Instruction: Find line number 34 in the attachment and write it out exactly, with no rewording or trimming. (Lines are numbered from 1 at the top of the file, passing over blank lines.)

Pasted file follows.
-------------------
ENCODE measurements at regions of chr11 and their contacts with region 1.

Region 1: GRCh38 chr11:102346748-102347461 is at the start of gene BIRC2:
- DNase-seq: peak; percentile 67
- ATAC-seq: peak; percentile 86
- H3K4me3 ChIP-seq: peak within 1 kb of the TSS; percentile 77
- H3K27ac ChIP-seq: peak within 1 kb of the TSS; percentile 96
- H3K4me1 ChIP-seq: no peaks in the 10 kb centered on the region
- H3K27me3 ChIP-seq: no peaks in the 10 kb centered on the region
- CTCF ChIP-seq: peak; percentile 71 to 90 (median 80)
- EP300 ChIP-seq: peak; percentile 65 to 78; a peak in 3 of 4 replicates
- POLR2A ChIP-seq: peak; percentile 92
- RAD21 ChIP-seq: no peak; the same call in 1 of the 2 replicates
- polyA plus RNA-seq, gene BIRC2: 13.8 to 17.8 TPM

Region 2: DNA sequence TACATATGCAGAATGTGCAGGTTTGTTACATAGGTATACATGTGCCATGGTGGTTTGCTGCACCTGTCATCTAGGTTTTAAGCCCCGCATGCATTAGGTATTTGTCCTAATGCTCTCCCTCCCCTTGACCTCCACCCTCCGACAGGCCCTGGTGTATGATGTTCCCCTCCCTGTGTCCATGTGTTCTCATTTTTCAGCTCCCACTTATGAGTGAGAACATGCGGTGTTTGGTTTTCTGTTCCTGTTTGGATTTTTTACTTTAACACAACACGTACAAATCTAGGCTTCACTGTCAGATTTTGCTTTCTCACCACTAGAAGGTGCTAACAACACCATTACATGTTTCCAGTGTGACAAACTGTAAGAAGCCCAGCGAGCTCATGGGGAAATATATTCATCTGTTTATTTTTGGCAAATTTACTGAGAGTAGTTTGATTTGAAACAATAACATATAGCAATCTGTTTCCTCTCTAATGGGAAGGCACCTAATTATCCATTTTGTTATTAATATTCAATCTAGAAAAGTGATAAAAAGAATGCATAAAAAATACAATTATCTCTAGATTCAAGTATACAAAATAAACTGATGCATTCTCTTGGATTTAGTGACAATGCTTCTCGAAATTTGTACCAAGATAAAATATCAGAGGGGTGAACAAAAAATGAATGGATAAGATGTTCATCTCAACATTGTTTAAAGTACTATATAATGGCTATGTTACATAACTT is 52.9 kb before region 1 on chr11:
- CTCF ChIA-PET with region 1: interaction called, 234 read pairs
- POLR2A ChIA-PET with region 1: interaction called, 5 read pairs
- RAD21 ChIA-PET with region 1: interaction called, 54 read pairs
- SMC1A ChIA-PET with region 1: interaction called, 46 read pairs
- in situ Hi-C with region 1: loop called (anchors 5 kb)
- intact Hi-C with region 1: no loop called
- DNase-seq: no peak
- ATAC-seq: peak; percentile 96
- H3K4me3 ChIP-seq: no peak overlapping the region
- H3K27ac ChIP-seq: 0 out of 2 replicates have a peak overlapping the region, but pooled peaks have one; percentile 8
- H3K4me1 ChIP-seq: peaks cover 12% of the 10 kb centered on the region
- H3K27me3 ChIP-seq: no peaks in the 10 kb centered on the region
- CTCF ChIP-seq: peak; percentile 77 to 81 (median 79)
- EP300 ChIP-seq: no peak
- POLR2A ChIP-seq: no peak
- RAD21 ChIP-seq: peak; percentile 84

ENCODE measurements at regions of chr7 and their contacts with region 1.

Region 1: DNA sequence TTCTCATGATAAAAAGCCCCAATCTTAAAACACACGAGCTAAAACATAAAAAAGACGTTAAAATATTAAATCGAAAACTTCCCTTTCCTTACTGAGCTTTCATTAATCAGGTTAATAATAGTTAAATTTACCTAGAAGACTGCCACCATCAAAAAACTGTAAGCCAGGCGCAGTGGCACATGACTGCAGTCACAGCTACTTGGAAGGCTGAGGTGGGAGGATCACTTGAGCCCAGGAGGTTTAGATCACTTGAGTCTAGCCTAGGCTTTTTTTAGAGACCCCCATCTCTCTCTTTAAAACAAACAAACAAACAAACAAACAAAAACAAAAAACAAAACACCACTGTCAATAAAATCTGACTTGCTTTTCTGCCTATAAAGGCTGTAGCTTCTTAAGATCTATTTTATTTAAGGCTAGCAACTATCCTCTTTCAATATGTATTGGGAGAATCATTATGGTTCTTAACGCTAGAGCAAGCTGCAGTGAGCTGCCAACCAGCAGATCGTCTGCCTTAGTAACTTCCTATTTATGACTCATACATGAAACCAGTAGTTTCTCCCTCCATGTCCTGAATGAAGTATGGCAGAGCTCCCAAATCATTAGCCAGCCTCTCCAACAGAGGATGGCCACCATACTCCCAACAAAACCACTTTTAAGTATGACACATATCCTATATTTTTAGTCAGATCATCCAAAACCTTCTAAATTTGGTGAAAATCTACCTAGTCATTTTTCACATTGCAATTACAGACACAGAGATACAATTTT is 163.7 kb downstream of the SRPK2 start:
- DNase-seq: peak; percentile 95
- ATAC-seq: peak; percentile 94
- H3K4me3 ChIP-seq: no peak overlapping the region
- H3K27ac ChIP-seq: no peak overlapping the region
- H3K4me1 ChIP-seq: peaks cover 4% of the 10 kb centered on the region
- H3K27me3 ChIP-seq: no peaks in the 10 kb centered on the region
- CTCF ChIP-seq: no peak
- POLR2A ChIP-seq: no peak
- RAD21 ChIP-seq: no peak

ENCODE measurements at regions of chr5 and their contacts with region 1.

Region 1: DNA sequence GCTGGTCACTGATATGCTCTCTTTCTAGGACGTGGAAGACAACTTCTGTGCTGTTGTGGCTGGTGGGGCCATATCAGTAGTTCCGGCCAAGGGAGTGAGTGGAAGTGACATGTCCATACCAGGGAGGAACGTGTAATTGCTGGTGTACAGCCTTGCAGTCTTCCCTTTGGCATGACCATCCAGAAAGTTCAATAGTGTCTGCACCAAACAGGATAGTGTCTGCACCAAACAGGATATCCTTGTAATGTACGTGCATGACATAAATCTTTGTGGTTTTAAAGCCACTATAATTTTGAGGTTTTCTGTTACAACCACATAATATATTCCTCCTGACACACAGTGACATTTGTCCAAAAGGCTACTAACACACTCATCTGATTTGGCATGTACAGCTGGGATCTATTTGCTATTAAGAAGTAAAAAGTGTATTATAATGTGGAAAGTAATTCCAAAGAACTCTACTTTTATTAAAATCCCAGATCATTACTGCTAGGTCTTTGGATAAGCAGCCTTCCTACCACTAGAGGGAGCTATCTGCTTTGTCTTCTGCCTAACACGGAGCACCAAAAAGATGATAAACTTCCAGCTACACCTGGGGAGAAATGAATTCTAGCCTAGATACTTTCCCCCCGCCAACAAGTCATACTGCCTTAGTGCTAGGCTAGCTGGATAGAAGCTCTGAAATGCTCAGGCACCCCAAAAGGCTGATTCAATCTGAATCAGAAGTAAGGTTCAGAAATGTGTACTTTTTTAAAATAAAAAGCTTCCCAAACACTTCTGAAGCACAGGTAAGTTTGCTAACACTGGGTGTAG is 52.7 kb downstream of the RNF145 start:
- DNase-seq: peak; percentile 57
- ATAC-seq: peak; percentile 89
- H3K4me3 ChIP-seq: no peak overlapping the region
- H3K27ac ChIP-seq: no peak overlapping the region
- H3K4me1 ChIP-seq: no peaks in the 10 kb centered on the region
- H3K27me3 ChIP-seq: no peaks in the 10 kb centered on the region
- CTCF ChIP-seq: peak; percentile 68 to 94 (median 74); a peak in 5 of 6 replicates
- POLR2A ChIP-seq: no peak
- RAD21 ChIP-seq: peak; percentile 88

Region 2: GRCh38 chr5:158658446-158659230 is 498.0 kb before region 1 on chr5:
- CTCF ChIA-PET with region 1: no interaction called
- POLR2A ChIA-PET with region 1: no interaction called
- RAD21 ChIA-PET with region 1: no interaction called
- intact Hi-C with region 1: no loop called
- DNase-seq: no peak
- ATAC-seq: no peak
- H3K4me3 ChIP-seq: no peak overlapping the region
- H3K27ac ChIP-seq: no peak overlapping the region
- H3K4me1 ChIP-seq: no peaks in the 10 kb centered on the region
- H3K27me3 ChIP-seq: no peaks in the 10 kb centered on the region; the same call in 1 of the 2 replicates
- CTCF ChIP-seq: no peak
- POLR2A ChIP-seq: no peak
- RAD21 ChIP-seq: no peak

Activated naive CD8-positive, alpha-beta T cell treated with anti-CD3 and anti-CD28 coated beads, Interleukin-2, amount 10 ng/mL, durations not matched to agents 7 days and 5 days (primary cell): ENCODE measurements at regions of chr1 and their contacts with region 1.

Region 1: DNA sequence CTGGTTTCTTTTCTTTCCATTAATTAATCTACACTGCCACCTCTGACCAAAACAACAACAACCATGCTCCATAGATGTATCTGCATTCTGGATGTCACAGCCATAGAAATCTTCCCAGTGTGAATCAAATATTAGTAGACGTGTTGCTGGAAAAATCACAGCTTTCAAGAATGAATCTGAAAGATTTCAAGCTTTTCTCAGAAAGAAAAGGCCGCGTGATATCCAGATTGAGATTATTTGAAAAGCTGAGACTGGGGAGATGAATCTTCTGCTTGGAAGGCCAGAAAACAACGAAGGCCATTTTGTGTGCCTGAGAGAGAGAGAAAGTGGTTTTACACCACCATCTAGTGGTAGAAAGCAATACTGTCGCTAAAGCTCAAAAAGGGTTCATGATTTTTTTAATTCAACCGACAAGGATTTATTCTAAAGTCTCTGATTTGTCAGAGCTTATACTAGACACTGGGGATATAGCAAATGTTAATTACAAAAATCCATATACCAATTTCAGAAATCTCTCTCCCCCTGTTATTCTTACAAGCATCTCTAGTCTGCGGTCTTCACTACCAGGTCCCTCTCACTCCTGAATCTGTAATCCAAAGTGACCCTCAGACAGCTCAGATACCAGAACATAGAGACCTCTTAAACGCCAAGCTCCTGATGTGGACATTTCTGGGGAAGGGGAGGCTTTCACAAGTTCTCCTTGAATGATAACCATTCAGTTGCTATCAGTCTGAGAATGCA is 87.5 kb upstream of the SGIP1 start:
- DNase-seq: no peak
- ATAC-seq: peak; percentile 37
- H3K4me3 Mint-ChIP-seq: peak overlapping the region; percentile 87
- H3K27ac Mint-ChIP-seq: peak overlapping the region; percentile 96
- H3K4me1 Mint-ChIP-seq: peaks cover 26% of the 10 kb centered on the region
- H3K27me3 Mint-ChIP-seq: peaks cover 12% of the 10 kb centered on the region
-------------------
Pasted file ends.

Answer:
- ATAC-seq: peak; percentile 94